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Gus Johnson Will Call... Soccer?

by Photo of Ross Bernhardt

In an SI exclusive, Fox is grooming Johnson to be the voice of the World Cup. Will it work?

Gus Johnson Will Call... Soccer?

Gus Johnson has become synonymous with excitement in sports. Buzzer beaters, touchdowns, and even the most mundane of plays are all the same in Johnson's eyes. He delivers almost too much emotion and volume during the big moments, and can you think of a moment bigger than the final of the World Cup? 

That's where you'll be hearing Johnson in 2018.

In a Sports Illustrated exclusive from Richard Deitsch, the writer unveiled Fox Sports' plan to groom Johnson as the American voice of soccer in time for the 2018 World Cup, which Fox has the rights to.

The radical idea was hatched in October 2011, shortly after FIFA awarded the U.S. broadcast rights to Fox Sports for the 2018 and 2022 World Cups. Fox Sports president Eric Shanks wanted to do something bold with his soccer coverage. Most importantly, he wanted to brand it with something unique to Fox. So he called up broadcaster Gus Johnson, who had joined Fox only five months earlier, and asked him a question: Would you be willing to work for the next six years to become the American voice of soccer?

Johnson was stunned. But he was also interested.

Fourteen months later, after an immersion in the sport that has included calling a dozen games on the radio for the San Jose Earthquakes of the MLS and a series of practice soccer broadcasts from Fox studios across the country, Johnson begins the long road to becoming the voice of the 2018 World Cup for Fox. The 45-year-old broadcaster will call his first match for Fox Soccer on Feb. 13 (2 p.m. ET) from Madrid's Estadio Santiago Bernabéu when Real Madrid faces Manchester United in a mouthwatering Champions League Round of 16 match. The assignment is the first in a series of high-profile soccer matches for Johnson, including a second Champions League match between Arsenal and Bayern Munich in London on Feb. 19 and a Premier League game between Manchester City and Chelsea at Etihad Stadium on Feb. 24. Johnson will call additional Premier League and Champions League matches and is scheduled to call the FA Cup final on Fox on May 11 and the Champions League final on Fox on May 25. Johnson will be on site for each of the games.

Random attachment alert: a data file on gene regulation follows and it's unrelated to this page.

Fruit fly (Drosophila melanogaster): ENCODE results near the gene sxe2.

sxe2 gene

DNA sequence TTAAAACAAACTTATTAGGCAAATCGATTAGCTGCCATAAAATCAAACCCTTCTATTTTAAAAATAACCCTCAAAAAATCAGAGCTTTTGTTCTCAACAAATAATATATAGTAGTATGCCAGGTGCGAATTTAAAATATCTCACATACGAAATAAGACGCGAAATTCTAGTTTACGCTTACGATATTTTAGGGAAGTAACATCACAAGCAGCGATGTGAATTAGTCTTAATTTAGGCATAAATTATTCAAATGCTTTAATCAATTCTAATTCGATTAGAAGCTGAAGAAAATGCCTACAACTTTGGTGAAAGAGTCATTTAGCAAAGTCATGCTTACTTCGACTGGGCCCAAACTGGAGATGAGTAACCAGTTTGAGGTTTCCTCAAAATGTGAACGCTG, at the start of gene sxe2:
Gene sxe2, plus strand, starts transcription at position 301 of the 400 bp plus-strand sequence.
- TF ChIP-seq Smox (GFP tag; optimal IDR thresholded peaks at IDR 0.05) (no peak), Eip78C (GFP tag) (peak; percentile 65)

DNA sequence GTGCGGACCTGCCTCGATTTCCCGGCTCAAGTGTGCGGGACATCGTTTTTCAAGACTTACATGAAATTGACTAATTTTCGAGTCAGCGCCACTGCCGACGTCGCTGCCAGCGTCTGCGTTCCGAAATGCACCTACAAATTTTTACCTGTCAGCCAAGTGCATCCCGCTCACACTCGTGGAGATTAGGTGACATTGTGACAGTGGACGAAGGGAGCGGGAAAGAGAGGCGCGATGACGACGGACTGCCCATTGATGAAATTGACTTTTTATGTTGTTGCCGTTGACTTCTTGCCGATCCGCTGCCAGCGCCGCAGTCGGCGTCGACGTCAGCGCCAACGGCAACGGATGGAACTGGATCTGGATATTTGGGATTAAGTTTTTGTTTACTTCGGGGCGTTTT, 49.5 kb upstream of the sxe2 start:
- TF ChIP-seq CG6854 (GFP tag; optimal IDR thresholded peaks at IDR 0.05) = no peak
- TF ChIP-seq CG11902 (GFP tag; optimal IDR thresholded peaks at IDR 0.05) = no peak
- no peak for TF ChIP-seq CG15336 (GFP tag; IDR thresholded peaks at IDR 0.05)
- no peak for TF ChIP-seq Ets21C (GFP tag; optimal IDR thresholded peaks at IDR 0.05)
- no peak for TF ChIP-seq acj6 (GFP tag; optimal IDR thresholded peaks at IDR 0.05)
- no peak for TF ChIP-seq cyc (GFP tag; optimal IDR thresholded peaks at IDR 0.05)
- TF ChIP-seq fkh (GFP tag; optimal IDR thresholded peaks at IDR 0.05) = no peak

My initial reaction: ecstasy. Johnson is one of my favorite announcers, warts and all. Will Leitch wrote an epic takedown on Johnson over at NYMag.com's Sports Section citing Johnson's unpreparedness, his lack of attention to detail, and his focus on getting excited during big moments, a schtick that has become a tired gimmick. Maybe it's because of my youth that I'm able to see past (or am just blind to) some of Johnson's shortcomings. Deadspin's Barry Petchesky elaborates on those here:

His stutter-step oral explosion works on scoring plays, because they're the product of countless minutes' and passes' worth of lead-up. You don't need Gus Johnson's orgasmic inflections to convey excitement...